Consumer Reports takes closer look at Vitamin D
Vitamin D is one of the most widely used supplements. Doctors have long recommended it along with calcium to help prevent bone fractures. However, recent studies have cast doubt on Vitamin D's benefits for healthy women. With sales of Vitamin D at an all-time high, Consumer Reports took a closer look.
Like many people, Linda Plattus takes Vitamin D, along with a calcium supplement, every morning.
"It's become a routine. It's like brushing your teeth. You brush your teeth three times a day, I take my vitamins once a day," said Plattus.
Consumer Reports analyzed 32 Vitamin D supplements, including 12 Vitamin D and calcium combinations. The good news is testers found they all contained at least as much Vitamin D as their labels claimed and were within the safe maximum limit set by the Institute of Medicine and they all met federal safety standards. However, analysis of some supplements raised a red flag.
"Our lab tests found lead levels in nine of the Vitamin D plus calcium supplements that exceeded a strict California limit for reproductive risk," said Jamie Kopf from Consumer Reports.
California law requires that these be labeled, but they weren't. Consumer Reports also found prices varied widely. Trader Joe's Vitamin D softgels were the best deal at just 3 cents per capsule and Sundown Naturals Liquid-Filled Calcium Plus Vitamin D softgels cost 8 cents each. About whether you need extra Vitamin D, Consumer Reports' medical experts examined the evidence.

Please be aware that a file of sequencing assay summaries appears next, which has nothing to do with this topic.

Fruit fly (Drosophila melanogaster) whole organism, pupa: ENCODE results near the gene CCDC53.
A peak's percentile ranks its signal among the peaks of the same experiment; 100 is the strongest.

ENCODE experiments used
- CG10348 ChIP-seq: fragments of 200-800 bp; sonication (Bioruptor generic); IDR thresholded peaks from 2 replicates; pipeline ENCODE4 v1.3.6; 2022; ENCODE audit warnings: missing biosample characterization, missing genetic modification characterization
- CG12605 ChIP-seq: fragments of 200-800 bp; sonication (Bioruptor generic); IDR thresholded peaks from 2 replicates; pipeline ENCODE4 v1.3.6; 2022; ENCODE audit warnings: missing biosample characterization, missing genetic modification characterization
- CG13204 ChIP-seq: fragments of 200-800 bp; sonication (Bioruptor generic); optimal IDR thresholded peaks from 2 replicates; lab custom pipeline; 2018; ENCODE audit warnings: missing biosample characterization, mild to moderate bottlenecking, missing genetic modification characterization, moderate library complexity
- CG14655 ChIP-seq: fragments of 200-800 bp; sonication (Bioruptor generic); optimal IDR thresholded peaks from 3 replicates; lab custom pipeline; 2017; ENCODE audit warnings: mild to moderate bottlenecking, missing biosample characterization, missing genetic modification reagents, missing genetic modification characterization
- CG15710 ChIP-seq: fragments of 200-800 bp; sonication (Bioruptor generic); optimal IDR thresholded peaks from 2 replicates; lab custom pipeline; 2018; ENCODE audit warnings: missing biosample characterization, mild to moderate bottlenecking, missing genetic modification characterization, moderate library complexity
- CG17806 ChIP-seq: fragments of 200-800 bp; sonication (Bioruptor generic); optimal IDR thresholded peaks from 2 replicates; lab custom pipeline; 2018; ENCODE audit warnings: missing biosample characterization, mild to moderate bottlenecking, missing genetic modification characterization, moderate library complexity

"You probably don't need a supplement if you get some midday sun during the warmer months. But if you have osteoporosis or a gastrointestinal condition that limits absorption, your doctor may recommend a Vitamin D supplement," said Dr. John Santa, M.D., from Consumer Reports.
And if you do opt for Vitamin D, take care to stay within the recommended amounts. Too much can put you at risk for kidney damage.
A government advisory group recently recommended that healthy women past menopause not take daily Vitamin D and calcium supplements at low doses to prevent fractures. And it said at higher doses, more research is needed.
Consumer Reports is published by Consumers Union. Both Consumer Reports and Consumers Union are not-for-profit organizations that accept no advertising. Neither has any commercial relationship with any advertiser or sponsor on this site.
(All Consumer Reports Material Copyright 2011. Consumers Union of U.S. Inc. ALL RIGHTS RESERVED.)
consumer reports, health
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